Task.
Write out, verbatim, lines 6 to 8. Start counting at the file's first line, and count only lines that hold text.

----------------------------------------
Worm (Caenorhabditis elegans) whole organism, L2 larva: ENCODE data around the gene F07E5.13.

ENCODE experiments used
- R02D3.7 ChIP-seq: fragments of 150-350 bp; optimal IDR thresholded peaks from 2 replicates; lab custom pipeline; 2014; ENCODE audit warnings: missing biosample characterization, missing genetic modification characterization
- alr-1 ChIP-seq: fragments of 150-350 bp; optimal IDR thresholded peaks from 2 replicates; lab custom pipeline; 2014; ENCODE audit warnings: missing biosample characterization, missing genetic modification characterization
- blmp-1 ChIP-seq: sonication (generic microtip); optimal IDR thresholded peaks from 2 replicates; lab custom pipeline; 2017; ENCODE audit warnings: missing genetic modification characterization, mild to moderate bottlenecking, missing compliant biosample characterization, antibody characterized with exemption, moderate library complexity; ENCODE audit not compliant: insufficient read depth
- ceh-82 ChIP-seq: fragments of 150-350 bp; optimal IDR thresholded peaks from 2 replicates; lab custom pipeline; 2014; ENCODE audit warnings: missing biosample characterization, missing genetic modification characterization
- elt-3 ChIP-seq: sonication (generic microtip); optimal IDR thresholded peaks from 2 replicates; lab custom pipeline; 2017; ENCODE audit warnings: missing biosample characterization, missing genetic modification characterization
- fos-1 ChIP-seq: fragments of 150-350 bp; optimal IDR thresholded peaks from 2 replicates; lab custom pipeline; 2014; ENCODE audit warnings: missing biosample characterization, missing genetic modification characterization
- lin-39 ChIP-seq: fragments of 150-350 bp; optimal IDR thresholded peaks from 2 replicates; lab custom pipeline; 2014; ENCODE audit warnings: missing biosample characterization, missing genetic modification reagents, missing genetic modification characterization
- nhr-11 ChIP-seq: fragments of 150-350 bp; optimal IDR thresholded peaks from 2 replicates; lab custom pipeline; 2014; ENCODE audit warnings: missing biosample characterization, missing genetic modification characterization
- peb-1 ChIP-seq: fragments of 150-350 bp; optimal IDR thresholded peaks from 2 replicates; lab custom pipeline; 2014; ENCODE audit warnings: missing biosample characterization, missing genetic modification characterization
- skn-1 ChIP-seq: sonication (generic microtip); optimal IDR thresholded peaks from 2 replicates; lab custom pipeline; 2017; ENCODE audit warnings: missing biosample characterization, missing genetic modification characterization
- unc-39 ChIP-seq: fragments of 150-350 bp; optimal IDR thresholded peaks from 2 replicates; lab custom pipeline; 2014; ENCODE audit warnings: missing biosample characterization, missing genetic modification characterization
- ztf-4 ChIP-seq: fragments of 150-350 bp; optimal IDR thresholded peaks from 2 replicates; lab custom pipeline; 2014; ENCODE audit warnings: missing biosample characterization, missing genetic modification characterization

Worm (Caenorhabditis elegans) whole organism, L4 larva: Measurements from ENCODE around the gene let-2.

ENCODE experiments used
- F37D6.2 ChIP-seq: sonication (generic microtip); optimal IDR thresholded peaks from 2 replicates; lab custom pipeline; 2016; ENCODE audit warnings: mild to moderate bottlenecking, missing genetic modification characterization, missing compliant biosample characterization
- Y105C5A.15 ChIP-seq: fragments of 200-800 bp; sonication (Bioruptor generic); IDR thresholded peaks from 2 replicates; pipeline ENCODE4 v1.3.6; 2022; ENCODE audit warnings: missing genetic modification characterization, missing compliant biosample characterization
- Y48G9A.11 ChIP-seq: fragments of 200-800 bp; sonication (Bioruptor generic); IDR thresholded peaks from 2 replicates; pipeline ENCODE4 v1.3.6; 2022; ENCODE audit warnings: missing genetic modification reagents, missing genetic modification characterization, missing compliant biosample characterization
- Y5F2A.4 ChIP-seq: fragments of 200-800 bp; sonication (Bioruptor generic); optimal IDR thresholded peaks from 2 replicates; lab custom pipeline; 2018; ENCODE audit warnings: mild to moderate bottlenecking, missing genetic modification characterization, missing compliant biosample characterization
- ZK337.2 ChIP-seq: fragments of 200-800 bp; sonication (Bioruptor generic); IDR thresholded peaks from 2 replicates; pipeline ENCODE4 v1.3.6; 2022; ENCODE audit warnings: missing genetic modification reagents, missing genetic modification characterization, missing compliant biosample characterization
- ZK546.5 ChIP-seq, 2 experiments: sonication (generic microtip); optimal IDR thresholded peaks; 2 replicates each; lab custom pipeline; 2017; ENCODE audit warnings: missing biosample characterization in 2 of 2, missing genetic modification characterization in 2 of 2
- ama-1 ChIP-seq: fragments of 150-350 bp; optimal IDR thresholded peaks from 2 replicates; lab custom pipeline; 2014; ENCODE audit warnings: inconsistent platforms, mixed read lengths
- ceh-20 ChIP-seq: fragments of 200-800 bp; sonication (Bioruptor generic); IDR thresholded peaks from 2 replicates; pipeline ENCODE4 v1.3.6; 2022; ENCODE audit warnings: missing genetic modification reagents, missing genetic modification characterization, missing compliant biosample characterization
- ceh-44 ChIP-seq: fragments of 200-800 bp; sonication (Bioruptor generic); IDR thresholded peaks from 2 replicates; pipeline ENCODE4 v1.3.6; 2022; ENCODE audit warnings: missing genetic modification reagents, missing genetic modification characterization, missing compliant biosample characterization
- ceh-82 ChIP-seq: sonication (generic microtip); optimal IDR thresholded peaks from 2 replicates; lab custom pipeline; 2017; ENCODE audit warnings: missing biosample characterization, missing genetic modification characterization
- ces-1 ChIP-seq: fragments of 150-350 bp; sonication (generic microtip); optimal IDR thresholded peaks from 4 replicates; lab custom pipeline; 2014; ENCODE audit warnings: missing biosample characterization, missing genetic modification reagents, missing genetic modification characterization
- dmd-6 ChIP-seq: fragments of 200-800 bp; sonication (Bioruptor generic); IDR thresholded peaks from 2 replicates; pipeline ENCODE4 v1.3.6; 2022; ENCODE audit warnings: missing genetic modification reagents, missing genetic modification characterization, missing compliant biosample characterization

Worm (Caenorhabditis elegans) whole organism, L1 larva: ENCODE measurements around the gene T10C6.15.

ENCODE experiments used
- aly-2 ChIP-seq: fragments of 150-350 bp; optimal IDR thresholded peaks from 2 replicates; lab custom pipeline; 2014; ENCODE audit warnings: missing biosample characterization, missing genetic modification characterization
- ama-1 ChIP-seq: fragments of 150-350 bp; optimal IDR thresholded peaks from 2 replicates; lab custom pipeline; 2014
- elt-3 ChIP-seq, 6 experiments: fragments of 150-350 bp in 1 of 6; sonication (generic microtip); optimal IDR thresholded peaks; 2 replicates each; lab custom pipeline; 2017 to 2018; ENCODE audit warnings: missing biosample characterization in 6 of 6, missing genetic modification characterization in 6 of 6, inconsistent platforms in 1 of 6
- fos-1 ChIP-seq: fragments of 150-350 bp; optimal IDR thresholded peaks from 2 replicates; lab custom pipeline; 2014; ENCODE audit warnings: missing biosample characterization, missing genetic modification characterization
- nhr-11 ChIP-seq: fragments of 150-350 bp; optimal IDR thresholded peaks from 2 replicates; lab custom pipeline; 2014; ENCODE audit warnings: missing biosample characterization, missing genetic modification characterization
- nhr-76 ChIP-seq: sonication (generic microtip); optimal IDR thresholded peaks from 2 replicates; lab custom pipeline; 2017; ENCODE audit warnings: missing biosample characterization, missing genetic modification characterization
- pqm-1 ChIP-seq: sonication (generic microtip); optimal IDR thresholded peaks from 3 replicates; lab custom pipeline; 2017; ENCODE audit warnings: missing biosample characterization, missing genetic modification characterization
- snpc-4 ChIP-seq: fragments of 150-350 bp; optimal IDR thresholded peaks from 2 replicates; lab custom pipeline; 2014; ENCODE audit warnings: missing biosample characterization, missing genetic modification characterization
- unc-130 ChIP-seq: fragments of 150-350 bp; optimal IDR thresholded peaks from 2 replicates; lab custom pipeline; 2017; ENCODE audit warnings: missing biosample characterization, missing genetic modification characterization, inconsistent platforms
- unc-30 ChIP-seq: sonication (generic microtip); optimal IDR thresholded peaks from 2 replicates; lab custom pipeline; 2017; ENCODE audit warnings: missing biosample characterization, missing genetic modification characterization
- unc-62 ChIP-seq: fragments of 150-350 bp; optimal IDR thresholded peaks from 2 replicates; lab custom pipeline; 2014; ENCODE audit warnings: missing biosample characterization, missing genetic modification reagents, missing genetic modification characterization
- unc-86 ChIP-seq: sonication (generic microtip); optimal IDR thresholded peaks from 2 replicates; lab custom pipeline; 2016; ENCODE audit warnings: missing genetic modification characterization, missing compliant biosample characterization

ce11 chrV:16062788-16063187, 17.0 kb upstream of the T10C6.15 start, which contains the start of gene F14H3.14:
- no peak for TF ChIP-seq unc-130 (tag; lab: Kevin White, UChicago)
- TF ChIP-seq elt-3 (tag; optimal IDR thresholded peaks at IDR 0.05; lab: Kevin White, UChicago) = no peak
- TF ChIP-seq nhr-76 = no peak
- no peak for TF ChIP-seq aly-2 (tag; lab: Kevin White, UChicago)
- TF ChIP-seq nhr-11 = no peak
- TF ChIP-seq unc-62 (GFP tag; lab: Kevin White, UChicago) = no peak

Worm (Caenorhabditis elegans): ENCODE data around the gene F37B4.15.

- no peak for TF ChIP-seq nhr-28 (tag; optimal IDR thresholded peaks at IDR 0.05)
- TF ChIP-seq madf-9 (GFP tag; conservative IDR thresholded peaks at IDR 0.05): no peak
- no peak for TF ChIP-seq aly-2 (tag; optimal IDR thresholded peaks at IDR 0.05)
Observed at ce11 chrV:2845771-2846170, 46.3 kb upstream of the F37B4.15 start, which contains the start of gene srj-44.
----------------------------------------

- ceh-82 ChIP-seq: fragments of 150-350 bp; optimal IDR thresholded peaks from 2 replicates; lab custom pipeline; 2014; ENCODE audit warnings: missing biosample characterization, missing genetic modification characterization
- elt-3 ChIP-seq: sonication (generic microtip); optimal IDR thresholded peaks from 2 replicates; lab custom pipeline; 2017; ENCODE audit warnings: missing biosample characterization, missing genetic modification characterization
- fos-1 ChIP-seq: fragments of 150-350 bp; optimal IDR thresholded peaks from 2 replicates; lab custom pipeline; 2014; ENCODE audit warnings: missing biosample characterization, missing genetic modification characterization